1:2 He was in the beginning with God.
- Verse two reemphasizes what was said in verse one, only this time we note that instead of saying “the word”, John says “he” so that we understand that by “the word” John had been previously referring to a person, not just an idea or part of God’s personality.
1:3 All things were made through him, and without him was not any thing made that was made.
- Often we don’t think of Jesus, of the second member of the trinity, as creating anything. John is saying here that Jesus was the verbal manifestation of God’s command for all things to come into being. When those words were uttered in the void of space and time, that was God speaking through Jesus everything into creation.
- To prove this point, John is careful to select certain miracles that Christ did that showed His authority over nature. For example, in John 11 Jesus raised Lazarus from the dead. How did He do it? He spoke! “Lazarus, come out.” Notice He spoke in the imperative. He gave a command. “let there be light” and “come out” are commands.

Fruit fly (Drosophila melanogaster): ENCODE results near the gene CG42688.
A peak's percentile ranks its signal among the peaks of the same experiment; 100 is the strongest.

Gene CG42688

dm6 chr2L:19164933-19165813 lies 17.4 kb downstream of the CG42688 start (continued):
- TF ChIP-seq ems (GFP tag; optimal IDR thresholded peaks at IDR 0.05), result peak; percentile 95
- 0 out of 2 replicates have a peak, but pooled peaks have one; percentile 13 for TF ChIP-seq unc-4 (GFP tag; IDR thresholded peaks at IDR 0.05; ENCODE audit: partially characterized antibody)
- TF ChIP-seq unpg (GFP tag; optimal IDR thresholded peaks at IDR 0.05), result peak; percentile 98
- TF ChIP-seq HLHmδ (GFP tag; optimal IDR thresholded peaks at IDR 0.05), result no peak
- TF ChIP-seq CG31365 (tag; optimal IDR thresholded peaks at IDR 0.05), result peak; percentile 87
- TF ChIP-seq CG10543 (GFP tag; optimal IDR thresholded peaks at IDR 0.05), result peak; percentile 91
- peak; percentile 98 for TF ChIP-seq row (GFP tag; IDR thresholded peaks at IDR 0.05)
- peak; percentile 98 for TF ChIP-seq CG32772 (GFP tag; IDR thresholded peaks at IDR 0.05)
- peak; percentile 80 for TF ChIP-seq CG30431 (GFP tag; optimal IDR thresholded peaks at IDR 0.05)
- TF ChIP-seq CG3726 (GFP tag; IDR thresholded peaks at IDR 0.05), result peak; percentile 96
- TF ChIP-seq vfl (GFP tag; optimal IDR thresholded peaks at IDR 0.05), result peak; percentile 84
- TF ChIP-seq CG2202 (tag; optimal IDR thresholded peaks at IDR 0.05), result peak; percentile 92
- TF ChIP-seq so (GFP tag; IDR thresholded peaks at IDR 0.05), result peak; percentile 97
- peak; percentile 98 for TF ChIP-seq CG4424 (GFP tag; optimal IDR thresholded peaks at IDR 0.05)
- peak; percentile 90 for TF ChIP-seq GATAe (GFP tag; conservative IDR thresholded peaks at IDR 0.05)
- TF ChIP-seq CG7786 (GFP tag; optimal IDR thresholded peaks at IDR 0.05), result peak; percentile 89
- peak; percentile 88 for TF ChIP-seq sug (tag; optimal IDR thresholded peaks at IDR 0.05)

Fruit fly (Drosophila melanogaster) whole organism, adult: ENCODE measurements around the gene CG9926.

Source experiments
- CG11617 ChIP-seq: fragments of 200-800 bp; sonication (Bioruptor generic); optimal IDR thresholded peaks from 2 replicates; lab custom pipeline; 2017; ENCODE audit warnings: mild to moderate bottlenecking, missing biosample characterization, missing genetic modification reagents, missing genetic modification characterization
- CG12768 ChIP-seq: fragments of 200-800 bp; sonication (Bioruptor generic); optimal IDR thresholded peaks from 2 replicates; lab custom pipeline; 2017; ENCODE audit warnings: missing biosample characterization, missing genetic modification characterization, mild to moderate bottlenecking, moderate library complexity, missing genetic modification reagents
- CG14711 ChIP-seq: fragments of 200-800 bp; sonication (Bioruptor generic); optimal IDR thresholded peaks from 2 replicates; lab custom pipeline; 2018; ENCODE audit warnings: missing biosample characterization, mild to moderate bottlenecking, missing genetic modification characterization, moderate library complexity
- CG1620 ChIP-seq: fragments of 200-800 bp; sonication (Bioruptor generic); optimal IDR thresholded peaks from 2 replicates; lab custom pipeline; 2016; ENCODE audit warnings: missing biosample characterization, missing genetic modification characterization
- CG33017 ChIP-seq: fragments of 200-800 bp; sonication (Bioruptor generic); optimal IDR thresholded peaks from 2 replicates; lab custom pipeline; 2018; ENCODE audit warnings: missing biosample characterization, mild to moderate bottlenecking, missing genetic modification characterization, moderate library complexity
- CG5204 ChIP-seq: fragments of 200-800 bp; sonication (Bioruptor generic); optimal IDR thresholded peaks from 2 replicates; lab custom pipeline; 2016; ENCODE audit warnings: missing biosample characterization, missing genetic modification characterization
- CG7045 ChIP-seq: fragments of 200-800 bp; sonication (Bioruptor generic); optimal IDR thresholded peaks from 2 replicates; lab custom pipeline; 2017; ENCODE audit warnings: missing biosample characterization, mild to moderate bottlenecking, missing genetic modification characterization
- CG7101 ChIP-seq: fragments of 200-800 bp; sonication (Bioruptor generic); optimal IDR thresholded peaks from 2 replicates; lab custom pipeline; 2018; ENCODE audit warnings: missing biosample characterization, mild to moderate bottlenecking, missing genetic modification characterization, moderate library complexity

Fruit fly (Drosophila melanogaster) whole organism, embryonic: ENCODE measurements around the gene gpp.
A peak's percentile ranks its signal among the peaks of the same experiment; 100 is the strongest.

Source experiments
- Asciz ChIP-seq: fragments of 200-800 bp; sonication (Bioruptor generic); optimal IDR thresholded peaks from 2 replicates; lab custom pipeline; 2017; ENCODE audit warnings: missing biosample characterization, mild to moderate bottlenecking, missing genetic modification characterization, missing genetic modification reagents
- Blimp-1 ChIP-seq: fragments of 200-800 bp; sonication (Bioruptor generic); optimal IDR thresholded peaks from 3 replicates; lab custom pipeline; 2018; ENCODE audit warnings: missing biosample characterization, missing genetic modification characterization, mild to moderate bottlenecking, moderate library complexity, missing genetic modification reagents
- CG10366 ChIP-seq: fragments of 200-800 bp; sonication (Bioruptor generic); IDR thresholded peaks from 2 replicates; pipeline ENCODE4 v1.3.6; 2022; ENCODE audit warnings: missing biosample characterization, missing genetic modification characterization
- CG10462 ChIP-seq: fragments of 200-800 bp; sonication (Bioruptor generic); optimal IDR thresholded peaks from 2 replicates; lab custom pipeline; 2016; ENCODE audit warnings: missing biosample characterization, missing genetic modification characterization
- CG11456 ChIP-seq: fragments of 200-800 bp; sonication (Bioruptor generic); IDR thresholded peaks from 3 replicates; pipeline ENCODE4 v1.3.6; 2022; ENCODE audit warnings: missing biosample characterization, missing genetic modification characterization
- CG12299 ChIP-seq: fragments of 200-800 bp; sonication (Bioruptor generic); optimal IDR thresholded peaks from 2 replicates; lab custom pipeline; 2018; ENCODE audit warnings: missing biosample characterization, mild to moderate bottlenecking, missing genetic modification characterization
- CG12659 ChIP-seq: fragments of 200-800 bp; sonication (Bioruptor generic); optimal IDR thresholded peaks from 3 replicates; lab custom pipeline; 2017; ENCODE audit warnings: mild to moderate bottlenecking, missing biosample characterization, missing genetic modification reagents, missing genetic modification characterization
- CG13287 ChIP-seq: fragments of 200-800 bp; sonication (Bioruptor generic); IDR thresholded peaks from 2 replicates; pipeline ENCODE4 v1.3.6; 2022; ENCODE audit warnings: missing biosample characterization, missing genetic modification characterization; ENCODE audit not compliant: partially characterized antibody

- Paul reiterates that we have our life in Christ and that all things were created by and through him in Colossians 1:16, “For by him all things were created, in heaven and on earth, visible and invisible, whether thrones or dominions or rulers or authorities—all things were created through him and for him.” Romans 11:36 also says, “For from him and through him and to him are all things. To him be glory forever. Amen.”
- So Christ was there at the beginning, and made all things. Calvin notes that it is fitting that John chose to start his gospel this way, “The design is, to show it to have been necessary that the restoration of mankind should be accomplished by the Son of God, since by his power all things were created, since he alone breathes into all the creatures life and energy, so that they remain in their condition.” He continues, “…life is now restored to the dead through the kindness of him who was the source and cause of life, when the nature of man was still uncorrupted.”